My book project examines the design and effectiveness of the World Health Organization's (WHO) International Health Regulations (IHR)—the primary tool for governing the international response to disease outbreaks like Ebola, Middle East Respiratory Syndrome, and H1N1 influenza. The project asks two questions: First, why in 2005, after 50 years of stagnation, did states revise the IHR and delegate increased authority to the WHO during disease outbreaks? Second, why, in spite of signing on to the new regulations, do many states continue to act in ways that undermine their effectiveness?
I argue that politics within international organizations (IOs) play a key role in facilitating—or inhibiting—institutional revision like the 2005 revision of the IHR. Though IOs can help to overcome barriers to cooperation by constructing a focal point that builds consensus among states, I contend that divided IO preferences can prevent the institution from fulfilling this key function and obstruct agreement. To evaluate this argument, I use thousands of previously unexamined archival documents collected from WHO to process trace four periods of IHR revision (1951, 1969, 1995-2002, 2002-2005). These episodes show that even when states favored IHR revision and wanted WHO to exercise autonomy and facilitate cooperation, divided preferences within WHO over whether and how to expand its mandate delayed revision and obstructed the realization of joint gains. Even after the IHR were finally revised, however, many states continue to undermine their effectiveness. A principal aim of the new regulations is to discourage the use of unnecessarily restrictive trade and travel barriers during outbreaks because these barriers are not effective and they incentivize states to conceal outbreaks in order to avoid economic harm. Despite signing onto the new IHR, during the 2009 H1N1 pandemic and the 2014-15 Ebola outbreak, close to 25% of states still imposed trade and travel barriers in excess of WHO recommendations. I argue that states use these barriers as political cover to prevent a loss of domestic political support that can result from not addressing public fear. As such, governments anticipating high domestic political costs for not imposing barriers during an outbreak—electorally accountable states with weak health infrastructure—will be likely to do so. Analysis of an original dataset coding state behavior during the 2009 H1N1 pandemic (the first test of the new IHR) and the 2014-2015 outbreak of Ebola finds strong support for this theory.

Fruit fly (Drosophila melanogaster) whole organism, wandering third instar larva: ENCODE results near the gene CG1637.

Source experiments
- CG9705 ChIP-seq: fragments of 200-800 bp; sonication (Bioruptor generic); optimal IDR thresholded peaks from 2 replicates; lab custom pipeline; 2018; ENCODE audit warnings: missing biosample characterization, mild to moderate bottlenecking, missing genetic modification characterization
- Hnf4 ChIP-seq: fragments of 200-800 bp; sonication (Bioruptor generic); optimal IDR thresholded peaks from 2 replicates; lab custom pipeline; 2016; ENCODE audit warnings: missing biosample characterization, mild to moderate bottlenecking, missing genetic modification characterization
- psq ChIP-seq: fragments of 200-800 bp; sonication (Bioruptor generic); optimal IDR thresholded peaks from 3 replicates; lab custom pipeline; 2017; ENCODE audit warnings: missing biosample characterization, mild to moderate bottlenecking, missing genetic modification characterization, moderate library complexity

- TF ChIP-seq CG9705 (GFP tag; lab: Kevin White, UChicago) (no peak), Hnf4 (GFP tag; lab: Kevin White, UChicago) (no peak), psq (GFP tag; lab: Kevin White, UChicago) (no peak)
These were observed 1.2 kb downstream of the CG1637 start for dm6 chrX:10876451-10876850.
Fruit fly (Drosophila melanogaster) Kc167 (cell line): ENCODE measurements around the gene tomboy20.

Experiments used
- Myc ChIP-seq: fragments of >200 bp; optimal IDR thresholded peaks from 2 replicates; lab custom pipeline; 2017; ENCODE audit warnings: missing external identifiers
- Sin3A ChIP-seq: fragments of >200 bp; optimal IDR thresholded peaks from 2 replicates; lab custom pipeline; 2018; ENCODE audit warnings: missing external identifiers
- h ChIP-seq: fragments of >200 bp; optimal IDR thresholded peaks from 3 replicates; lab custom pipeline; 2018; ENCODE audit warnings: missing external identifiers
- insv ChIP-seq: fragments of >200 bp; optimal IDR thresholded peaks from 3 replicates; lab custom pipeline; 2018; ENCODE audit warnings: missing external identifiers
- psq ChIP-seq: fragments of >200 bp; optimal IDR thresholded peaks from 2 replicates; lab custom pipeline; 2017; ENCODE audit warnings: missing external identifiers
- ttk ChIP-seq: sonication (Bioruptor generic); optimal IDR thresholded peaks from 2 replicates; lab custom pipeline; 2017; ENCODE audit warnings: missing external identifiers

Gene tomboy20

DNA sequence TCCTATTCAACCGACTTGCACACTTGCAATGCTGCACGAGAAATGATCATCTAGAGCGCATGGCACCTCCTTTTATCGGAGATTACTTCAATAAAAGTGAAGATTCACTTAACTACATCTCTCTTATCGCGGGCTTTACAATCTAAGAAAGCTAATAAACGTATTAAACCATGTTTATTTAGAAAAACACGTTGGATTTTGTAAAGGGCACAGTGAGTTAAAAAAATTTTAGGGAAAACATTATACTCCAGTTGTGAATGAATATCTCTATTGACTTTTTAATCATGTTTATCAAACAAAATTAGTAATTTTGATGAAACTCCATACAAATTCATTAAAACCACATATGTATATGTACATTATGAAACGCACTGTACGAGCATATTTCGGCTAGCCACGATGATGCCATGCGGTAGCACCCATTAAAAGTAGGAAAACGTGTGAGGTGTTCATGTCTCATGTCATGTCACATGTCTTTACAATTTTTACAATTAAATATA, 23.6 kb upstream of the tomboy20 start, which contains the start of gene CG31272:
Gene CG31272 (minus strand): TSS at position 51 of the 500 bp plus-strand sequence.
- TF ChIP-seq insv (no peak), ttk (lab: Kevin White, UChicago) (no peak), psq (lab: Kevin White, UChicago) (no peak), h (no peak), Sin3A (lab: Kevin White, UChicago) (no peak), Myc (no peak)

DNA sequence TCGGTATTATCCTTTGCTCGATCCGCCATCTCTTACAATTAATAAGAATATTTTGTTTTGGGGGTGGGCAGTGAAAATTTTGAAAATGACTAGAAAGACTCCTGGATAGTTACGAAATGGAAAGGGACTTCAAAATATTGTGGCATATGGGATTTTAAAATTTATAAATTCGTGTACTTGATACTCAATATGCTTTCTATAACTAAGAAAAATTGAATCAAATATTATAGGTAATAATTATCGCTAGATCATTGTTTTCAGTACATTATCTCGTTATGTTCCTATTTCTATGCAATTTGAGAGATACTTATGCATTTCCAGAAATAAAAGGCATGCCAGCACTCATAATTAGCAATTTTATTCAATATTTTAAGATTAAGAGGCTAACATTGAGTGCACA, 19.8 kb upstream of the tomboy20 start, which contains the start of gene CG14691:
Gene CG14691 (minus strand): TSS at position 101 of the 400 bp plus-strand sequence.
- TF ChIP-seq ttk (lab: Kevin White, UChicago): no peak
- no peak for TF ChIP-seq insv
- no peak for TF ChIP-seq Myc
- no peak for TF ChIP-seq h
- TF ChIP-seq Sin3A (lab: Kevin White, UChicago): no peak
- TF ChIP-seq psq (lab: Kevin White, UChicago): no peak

In exploring fundamental questions about state cooperation and the role of IOs in a novel context, the project not only provides insight into the design and performance of IOs, but also sheds light on whether and how these organizations can help to solve real world problems like the challenge of outbreak response.